Two of Canada's favorite indigenous sports are football and heckling Americans. Since the coaches of their nine pro football teams are Americans and since each team is built around the 12 American players permitted it by league rules, Canadians have the singular cake-and-eat-it opportunity of knocking their neighbors and enjoying football at the same time. The natural and sometimes orgiastic climax of these pastimes is the Grey Cup, the title game between the Western and Eastern divisional champions.
Last week the 50th Grey Cup was played at Vancouver because British Columbia is celebrating its centennial. In 1955 the Grey Cup was also played at Vancouver and is remembered with some distaste by sedate citizens for the whoop and holler it brought into Vancouver's seemly streets. This year Vancouver took precautions; police were put on a "Halloween basis" and the Grey Cup weekend was perhaps the most serene on record—not one hotel was dismantled, not a single auto fueled a bonfire.
The cup favorites were the defending Hamilton Tiger-Cats, who had locked up the Eastern title in but nine games while the Winnipeg Blue Bombers of the West required 14 games to tie for first and then had to go all-out in three more games to win. Hamilton was not only tough, it sounded tough. The team name, Tiger-Cats, combined with the names of Jungle Jim Trimble and Indian Jack Jacobs of their coaching staff, made them sound like a new kind of TV thriller, something like an African western. And Jungle Jim, the 248-pound former head coach of the Philadelphia Eagles, is just about the most bumptious man in the game. Last summer he calmly let Canada know that he was the best coach in the country—"No, hell, in the world." And although the Ti-Cats admire the man they fear his rampageous tongue. One night some of the boys were having a quiet party when Trimble's scowling image appeared, like Big Brother, on the TV screen. One Ti-Cat involuntarily hid his beer on the floor. "Shouldn't drink that while the coach is watching," he said.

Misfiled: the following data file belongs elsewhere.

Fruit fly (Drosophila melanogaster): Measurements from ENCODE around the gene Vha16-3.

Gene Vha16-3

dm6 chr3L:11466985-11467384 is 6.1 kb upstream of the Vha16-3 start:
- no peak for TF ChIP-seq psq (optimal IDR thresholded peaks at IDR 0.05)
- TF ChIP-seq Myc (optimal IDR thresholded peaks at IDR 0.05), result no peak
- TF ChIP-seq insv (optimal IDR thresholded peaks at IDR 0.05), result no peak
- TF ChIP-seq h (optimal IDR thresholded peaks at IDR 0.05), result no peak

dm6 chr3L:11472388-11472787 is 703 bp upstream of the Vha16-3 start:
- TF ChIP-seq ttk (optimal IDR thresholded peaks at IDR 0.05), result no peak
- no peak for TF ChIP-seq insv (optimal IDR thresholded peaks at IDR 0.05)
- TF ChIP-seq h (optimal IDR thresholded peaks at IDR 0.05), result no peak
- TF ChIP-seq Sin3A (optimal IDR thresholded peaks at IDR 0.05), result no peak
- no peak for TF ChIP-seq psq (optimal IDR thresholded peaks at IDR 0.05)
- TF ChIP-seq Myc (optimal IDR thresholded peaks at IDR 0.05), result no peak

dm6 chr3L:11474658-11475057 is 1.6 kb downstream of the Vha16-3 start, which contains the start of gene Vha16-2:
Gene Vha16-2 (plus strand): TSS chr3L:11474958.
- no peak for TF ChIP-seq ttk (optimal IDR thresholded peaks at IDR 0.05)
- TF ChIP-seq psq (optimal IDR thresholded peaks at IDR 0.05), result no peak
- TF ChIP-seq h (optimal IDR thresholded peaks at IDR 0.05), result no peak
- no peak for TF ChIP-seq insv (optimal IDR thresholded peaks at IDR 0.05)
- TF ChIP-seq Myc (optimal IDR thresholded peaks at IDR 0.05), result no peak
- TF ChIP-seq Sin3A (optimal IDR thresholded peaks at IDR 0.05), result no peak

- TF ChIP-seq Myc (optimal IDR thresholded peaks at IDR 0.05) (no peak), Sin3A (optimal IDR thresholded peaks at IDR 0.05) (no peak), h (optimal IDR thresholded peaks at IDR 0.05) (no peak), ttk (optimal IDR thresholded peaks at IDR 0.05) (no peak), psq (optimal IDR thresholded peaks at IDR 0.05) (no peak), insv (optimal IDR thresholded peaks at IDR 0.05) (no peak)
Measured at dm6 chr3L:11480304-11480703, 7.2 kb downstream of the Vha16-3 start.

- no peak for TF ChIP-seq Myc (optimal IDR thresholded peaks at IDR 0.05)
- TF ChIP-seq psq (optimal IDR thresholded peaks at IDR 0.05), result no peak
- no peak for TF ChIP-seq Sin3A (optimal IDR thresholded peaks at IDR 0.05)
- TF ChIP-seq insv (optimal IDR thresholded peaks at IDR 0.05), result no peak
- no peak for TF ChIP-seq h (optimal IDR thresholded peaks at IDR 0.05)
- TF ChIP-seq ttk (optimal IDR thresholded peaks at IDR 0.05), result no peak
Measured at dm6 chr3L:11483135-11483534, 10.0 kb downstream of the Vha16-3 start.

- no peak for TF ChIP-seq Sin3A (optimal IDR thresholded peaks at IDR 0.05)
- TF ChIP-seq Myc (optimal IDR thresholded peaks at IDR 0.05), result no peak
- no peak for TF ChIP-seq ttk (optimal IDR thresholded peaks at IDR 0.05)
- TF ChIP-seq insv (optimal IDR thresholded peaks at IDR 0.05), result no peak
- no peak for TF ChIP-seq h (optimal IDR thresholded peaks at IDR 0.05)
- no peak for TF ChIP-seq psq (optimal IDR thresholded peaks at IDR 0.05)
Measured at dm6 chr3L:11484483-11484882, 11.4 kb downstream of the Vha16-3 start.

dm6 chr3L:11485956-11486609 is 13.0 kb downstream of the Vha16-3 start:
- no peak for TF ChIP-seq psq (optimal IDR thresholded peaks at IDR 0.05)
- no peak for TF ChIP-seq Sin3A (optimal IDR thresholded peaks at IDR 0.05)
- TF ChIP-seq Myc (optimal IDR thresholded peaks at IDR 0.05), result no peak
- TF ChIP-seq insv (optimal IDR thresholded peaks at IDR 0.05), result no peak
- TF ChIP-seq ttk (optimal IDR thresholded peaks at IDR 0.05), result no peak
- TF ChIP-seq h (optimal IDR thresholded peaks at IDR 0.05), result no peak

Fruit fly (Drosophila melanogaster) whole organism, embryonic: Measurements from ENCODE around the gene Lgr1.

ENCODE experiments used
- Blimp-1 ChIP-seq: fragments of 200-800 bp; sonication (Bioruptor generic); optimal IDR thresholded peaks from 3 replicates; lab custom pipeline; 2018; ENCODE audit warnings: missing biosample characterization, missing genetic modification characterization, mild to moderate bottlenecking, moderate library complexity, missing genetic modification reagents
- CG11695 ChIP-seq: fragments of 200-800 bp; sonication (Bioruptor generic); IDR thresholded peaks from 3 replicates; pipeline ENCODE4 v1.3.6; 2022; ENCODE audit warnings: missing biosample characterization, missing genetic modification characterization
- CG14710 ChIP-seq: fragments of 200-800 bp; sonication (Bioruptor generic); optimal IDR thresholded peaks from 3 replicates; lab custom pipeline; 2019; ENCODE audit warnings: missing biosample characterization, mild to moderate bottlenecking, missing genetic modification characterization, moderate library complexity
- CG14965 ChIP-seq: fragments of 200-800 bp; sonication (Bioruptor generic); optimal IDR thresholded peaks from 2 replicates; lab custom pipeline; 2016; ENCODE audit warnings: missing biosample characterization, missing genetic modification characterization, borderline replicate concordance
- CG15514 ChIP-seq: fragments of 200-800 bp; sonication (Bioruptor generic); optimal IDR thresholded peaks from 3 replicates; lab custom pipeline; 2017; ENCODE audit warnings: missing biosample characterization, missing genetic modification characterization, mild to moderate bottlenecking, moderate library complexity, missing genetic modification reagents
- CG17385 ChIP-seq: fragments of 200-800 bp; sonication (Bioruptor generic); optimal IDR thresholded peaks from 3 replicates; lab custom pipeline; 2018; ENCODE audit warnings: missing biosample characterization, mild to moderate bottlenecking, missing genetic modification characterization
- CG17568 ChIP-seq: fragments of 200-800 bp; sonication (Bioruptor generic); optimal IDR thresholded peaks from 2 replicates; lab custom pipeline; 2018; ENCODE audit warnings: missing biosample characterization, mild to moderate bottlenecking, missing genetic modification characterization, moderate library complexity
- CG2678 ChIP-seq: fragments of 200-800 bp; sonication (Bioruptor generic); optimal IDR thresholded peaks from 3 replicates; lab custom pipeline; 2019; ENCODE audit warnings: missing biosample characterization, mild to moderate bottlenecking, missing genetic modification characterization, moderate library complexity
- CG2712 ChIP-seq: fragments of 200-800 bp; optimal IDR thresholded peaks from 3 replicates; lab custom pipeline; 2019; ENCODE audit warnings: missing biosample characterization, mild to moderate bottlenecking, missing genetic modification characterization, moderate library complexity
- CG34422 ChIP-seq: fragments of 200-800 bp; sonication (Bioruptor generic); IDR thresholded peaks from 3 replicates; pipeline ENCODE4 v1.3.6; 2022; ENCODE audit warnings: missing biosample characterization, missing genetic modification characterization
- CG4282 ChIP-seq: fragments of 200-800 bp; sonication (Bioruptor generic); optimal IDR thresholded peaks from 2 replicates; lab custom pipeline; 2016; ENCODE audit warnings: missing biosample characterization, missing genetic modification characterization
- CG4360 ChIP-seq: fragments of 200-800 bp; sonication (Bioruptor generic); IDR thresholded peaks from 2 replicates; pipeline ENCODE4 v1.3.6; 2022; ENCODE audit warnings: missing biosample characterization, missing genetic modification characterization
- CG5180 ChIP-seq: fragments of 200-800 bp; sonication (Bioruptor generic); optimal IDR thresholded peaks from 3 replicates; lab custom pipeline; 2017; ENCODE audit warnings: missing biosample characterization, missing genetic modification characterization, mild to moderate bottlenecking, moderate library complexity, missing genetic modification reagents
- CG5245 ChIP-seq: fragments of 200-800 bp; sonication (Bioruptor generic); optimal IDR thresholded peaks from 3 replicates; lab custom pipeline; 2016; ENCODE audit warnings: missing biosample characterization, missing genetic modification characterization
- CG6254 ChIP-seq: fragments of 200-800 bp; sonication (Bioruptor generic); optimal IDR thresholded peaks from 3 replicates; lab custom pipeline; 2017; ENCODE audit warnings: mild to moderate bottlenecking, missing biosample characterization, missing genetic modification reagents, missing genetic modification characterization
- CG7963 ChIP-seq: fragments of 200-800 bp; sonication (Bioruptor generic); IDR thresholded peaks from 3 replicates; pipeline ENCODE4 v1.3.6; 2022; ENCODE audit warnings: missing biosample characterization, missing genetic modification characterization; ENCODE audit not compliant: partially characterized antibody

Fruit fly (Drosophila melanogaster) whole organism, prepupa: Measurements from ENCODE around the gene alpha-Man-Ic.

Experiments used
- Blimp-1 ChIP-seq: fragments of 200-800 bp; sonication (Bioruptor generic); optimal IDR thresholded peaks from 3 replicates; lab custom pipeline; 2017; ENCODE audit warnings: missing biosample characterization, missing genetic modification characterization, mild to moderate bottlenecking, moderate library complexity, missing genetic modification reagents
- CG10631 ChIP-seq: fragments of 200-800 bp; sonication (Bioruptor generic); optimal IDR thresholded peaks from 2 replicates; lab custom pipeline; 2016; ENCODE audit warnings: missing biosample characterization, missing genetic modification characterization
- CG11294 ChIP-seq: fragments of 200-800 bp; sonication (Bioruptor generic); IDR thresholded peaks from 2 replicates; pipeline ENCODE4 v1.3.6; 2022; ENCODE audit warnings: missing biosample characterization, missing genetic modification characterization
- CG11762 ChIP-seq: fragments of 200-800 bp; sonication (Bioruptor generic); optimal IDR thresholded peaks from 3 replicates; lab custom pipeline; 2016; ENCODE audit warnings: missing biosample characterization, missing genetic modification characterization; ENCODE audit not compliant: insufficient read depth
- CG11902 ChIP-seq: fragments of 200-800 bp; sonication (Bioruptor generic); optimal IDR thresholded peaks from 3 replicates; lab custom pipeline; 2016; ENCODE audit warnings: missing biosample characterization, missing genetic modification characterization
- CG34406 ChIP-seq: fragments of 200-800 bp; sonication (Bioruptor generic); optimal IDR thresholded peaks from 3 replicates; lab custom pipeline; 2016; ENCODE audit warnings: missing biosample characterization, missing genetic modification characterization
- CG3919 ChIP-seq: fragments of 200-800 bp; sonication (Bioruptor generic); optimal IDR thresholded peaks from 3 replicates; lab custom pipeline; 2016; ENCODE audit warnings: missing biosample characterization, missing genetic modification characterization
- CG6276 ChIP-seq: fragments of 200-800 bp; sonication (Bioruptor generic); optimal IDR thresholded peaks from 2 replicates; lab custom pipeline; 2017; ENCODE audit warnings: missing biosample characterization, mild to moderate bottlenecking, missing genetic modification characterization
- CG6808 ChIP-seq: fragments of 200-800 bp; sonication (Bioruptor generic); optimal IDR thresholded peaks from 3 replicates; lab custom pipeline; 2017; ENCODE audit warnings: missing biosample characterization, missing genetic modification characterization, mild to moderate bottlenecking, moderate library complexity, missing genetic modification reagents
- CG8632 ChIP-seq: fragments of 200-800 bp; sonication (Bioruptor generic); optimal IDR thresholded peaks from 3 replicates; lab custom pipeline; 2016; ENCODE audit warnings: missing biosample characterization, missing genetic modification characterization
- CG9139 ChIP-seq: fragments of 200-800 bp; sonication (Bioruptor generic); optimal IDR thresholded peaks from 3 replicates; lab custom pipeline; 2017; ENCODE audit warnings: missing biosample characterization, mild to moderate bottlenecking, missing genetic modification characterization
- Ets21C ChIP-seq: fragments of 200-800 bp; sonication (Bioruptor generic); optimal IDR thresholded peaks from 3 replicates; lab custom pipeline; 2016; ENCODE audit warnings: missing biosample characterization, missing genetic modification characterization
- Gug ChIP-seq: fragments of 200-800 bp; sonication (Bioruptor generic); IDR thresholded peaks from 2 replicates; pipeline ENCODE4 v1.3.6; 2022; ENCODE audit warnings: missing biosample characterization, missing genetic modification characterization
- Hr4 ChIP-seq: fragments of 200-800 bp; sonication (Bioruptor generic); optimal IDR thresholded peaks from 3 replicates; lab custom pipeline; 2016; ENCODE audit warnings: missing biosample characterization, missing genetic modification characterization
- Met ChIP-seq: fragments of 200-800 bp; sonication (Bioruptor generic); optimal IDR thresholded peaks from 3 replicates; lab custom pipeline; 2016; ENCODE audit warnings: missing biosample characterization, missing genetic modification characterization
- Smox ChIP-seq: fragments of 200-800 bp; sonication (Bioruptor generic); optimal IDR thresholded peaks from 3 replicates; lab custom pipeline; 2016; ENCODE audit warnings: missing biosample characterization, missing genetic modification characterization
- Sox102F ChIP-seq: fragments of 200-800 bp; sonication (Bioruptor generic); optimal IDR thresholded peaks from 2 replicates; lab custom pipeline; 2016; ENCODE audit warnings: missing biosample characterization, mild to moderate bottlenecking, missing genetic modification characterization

The odds favored Hamilton by 15 points, but this was just what Bud Grant, the Bomber coach and also a former Eagle, wanted; it gave his Bombers the fire down below. And it was a readymade situation for the West to teach an American who was also an Easterner some Canadian history. Jungle Jim, the West was certain, had never heard of confederation and figured Canada consisted entirely of Ontario and Quebec. Grant also banked on the fact that western teams play a tougher schedule than the East. The Ti-Cats, who had beaten the effete East so handily, could not have been pressed enough to know what to do when the opposition refused to play dead.
The game was less than seven minutes old when 34,426 fans realized that the western theory looked about as sound as a system to break the bank at Monte Carlo. Led by former Maryland All-America Bernie Faloney, the Ti-Cats had driven 87 yards on eight plays for their first touchdown and scored on a 35-yard fumble recovery for their second. Then the lighter Winnipeg line went to work on Hamilton's mighty Beer Trust line. By the half, the Trust was all but busted. Winnipeg scored nine plays after the second Hamilton touchdown on a 20-yard pass play to Quarterback Jim Van Pelt. It was the start of a remarkable afternoon for the onetime Michigan player, who established a new cup scoring record of 22 points. Winnipeg added two field goals in the second quarter, and Norm Rauhaus, a fiery Canadian linebacker, ran over a punt he blocked for yet another score. Hamilton tried manfully in the second half on Faloney passes (he completed 16 of 25), but Winnipeg had the fire, won 35-28 for its first cup in 17 years and taught Jungle Jim a history lesson. "If I can't be the best football coach in the business," Jim once growled, "then I'll quit and be the best ditch-digger." For once Jim wasn't the best, but all Canada, particularly the boom-town West, admires a tough, blustery guy while it heckles him and hopes the big man won't take up the shovel.